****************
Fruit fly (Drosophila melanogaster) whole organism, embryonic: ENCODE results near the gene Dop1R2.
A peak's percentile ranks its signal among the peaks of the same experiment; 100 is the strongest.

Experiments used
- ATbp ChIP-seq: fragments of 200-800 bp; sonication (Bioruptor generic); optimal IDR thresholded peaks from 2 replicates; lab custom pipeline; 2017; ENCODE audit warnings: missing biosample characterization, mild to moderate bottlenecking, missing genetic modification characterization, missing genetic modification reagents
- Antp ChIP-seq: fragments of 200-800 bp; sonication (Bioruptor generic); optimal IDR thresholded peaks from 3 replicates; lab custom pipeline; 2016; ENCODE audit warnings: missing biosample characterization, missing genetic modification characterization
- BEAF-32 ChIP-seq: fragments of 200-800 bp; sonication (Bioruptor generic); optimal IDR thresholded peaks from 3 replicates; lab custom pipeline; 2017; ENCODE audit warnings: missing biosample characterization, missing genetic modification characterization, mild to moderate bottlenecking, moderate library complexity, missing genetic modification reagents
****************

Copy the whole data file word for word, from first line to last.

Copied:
Fruit fly (Drosophila melanogaster) whole organism, embryonic: ENCODE results near the gene Dop1R2.
A peak's percentile ranks its signal among the peaks of the same experiment; 100 is the strongest.

Experiments used
- ATbp ChIP-seq: fragments of 200-800 bp; sonication (Bioruptor generic); optimal IDR thresholded peaks from 2 replicates; lab custom pipeline; 2017; ENCODE audit warnings: missing biosample characterization, mild to moderate bottlenecking, missing genetic modification characterization, missing genetic modification reagents
- Antp ChIP-seq: fragments of 200-800 bp; sonication (Bioruptor generic); optimal IDR thresholded peaks from 3 replicates; lab custom pipeline; 2016; ENCODE audit warnings: missing biosample characterization, missing genetic modification characterization
- BEAF-32 ChIP-seq: fragments of 200-800 bp; sonication (Bioruptor generic); optimal IDR thresholded peaks from 3 replicates; lab custom pipeline; 2017; ENCODE audit warnings: missing biosample characterization, missing genetic modification characterization, mild to moderate bottlenecking, moderate library complexity, missing genetic modification reagents